• he properties of the belt surface should be adapted to the operating conditions, ie the belt should be heat and oil resistant etc. If such requirements are not met, the belt cover may suffer from alterations that impede the cleaning process or make it impossible. Belt joints should be rendered in compliance with existing standards and directives. It is a particular requirement for optimal functionality of pre-tensioned cleaning systems that the belt cover hardness in the junction area does not deviate from the undisturbed section by more than ±5° Shore-A
  • where the cover hardness does deviate from the undisturbed section, the junction must feature a gradual, terrace-like edge
  • the edge of a textile belt junction should be gradual and terrace-like, so that the scraper hits the undisturbed section of the belt after passing the junction and does not run against the overlap
  • it is vital to check the compatibility of mechanical belt splices with the scraper. In some cases it may be necessary to use special cleaning elements with a reduced cleaning efficiency. This is also the case with highly damaged belt surfaces, patches and grooves
  • excessive belt mis-tracking in the scraper area may cause the pre-tensioned cleaning elements to lose contact with the belt and damage the belt edges
  • in order to stabilize the belt in the scraper area, the installation of support idlers on the return strand may be required.
The head pulley is also very important, for example:
  • where a scraper is to be installed on the head pulley, it is crucial to check the scraper’s compatibility with the drum lagging and the drum design
  • the conveyor design should ensure that no material is caught between the belt and the drum, as this could damage the belt
  • during the winter, ice should be prevented from forming on the drum
  • scrapers increase the energy requirement of a conveyor belt. For short belt conveyors it may be necessary to check the power requirement.
It is clear, therefore, that a variety of factors must be taken into account when selecting equipment and designing the plant. Unfortunately, in practice it is often the case that too little attention is paid to the belt cleaning systems, thus preventing optimum selection and arrangement.

By investing slightly more in the configuration of material-transfer facilities, for example, plant owners are guaranteed satisfactory operation for the entire life of the plant. Each cleaning device should therefore be carefully selected at an early stage in consultation with the plant constructors and operators, taking into account the conditions of service as well as relevant standards and directives.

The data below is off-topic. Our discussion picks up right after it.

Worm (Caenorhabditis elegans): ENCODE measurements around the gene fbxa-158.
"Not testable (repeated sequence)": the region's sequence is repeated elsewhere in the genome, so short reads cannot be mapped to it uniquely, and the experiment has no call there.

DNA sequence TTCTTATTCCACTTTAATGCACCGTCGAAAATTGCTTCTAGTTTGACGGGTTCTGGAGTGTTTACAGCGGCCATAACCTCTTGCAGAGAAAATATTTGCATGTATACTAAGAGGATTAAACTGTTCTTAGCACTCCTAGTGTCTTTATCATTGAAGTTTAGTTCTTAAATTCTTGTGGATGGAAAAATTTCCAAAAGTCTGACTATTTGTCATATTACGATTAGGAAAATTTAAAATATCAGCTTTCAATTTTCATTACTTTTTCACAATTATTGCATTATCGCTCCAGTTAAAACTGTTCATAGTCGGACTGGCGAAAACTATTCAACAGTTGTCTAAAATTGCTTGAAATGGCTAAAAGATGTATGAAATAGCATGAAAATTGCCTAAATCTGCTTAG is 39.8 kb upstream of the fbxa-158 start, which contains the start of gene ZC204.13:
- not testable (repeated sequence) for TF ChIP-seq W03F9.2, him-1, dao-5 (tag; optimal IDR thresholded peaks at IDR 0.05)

Scraper system components are situated in the product flow and are therefore exposed to high dynamic and static stresses. These operating conditions, combined with the need for high and steady levels of cleaning efficiency, necessitate regular maintenance of the scraper devices. This involves:
  • regular inspections of the scrapers and control of their operating efficiency
  • regular cleaning and functional checks of all scraper components
  • replacement of worn out or damaged components with OEM parts.
In order to schedule maintenance intervals and requirements for spare parts, it is recommended that operational statistics are maintained. The intervals for follow-up inspections can vary from once a month to once a week and mainly depend on the material conveyed and the operating conditions of the scraper.

Economy of belt cleaning

Conveyed material sticking to the belt can lead to substantial plant operating costs (fig. 7).

For example, personnel costs may be incurred due to the cleaning work required; the loss of conveyed material (depending on the material) can result in unsubstantial costs; and material sticking to the belt can impact on the plant, eg the idlers carrying the return strand, and lead to increased wear. If the material becomes clogged on the return idlers or builds up underneath the return strand the belt can start to skew dangerously. This can lead to damage to the belt, the steel structure and, in the worst case, total failure of the plant.

When considering the economic viability of a belt cleaning system it is necessary to compare investment and operating costs. A model cost statement gives an even clearer picture (see tables 1 and 2).

Table 2 clearly shows that by halving total contamination levels by duplication of the efficiency of the cleaning system, significant cost savings can be achieved. The economic consequences of inadequate belt cleaning are still underestimated by many companies (fig. 8).

HOSCH have therefore developed a practical assessment method and can offer operators an analysis of the effectiveness of existing or newly installed belt cleaning systems (fig. 9).

To carry out such an assessment, a carryback gauge consisting of a steel blade and a collecting vessel for the removed material is installed behind a belt cleaning system for a limited period of time to measure the quantity of carryback. The quantity of carryback can be measured either volumetrically, in litres, or by weighing the collected material. Afterwards, the data ascertained is extrapolated to one year, taking into consideration respective operating hours, and the economic viability of the system is evaluated.

Compared with the cost of investing in a complete conveyor system, the cost of the scraper systems is of only minor importance. But when considering the overall cost of running a plant over time, then they become of much greater significance. Scraper systems should therefore be taken into consideration and specified when planning a new installation and belt cleaning concepts should be developed in accordance with the plant as a whole.


At a time of high cost pressures and reduced personnel capacity, belt cleaning systems have become increasingly important. The integration of cleaning systems into the conveyor structure requires a considerable technical understanding and a detailed knowledge of the entire installation. Optimal scraper system configuration significantly reduces the operating costs of belt conveyors.

  1. ‘Dynamical behaviour of metal-blade-scrapers on conveyor belts’, dissertation by Dr.-Ing. Jiashan Zhang, University of Hannover.
  2. Bulk Material Handling Technology 2003 – Performance Assessment of Belt Cleaning Systems, Eckhard Hell, HOSCH-Fördertechnik Recklinghausen GmbH, Germany, Aufbereitungstechnik, 45, 2004, Heft 1–2, pp25–31.